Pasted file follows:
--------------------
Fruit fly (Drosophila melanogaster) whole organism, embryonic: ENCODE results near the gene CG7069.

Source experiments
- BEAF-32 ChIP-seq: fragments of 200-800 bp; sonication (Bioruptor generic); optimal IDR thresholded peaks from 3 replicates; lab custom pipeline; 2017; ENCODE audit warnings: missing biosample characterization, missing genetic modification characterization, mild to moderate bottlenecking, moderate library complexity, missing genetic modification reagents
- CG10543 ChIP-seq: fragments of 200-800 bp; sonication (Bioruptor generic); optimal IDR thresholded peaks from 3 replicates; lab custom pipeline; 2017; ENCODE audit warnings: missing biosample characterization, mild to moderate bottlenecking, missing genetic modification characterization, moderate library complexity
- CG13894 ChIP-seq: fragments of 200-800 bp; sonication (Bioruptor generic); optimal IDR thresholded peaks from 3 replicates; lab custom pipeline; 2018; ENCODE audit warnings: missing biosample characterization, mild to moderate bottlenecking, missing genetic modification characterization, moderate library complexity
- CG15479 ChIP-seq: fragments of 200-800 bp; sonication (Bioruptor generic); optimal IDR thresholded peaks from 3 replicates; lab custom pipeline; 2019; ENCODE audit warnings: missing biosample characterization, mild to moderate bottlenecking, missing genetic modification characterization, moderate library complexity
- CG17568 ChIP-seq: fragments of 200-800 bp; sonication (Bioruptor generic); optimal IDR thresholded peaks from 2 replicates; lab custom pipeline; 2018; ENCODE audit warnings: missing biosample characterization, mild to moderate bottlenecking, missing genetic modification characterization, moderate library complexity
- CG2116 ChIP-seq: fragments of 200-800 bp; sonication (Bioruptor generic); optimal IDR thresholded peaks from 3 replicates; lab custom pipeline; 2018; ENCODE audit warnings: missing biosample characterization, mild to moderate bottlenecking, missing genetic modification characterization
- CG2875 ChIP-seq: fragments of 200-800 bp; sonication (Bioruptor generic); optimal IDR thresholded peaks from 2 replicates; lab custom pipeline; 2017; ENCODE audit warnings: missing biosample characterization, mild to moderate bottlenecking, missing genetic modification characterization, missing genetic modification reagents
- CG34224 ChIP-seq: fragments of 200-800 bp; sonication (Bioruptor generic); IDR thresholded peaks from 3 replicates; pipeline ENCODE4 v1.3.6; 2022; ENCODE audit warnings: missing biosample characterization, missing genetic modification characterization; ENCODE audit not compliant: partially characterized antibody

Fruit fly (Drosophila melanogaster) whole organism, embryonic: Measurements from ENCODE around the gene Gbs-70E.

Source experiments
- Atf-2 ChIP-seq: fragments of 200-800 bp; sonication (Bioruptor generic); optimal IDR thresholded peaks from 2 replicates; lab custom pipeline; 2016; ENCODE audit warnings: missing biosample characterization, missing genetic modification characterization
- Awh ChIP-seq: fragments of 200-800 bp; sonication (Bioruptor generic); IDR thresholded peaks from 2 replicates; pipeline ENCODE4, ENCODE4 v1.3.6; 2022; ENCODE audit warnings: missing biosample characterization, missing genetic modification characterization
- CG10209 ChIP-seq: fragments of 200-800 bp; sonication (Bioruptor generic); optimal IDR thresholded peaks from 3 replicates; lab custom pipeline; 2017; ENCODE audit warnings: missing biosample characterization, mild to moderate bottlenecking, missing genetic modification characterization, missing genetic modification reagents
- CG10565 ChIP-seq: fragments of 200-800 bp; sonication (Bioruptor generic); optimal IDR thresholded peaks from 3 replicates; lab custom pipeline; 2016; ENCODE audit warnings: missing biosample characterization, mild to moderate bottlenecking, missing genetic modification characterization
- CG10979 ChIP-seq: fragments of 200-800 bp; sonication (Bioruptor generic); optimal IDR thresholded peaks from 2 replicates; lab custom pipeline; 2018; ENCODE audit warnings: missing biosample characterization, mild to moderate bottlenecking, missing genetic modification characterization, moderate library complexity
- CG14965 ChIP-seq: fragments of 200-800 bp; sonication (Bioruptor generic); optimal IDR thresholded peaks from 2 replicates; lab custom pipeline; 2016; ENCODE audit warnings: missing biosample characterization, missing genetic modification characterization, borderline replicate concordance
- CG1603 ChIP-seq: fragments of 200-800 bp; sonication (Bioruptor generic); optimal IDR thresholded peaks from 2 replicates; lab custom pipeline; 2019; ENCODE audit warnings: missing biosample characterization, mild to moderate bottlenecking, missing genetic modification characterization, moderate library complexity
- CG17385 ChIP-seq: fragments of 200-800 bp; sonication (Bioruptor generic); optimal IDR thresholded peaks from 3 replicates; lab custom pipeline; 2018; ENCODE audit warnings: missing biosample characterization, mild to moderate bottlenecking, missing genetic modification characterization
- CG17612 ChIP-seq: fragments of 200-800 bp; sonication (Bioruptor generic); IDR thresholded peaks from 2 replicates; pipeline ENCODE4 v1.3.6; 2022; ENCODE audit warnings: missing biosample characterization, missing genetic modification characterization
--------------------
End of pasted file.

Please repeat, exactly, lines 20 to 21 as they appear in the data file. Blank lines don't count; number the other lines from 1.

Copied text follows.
- CG17385 ChIP-seq: fragments of 200-800 bp; sonication (Bioruptor generic); optimal IDR thresholded peaks from 3 replicates; lab custom pipeline; 2018; ENCODE audit warnings: missing biosample characterization, mild to moderate bottlenecking, missing genetic modification characterization
- CG17612 ChIP-seq: fragments of 200-800 bp; sonication (Bioruptor generic); IDR thresholded peaks from 2 replicates; pipeline ENCODE4 v1.3.6; 2022; ENCODE audit warnings: missing biosample characterization, missing genetic modification characterization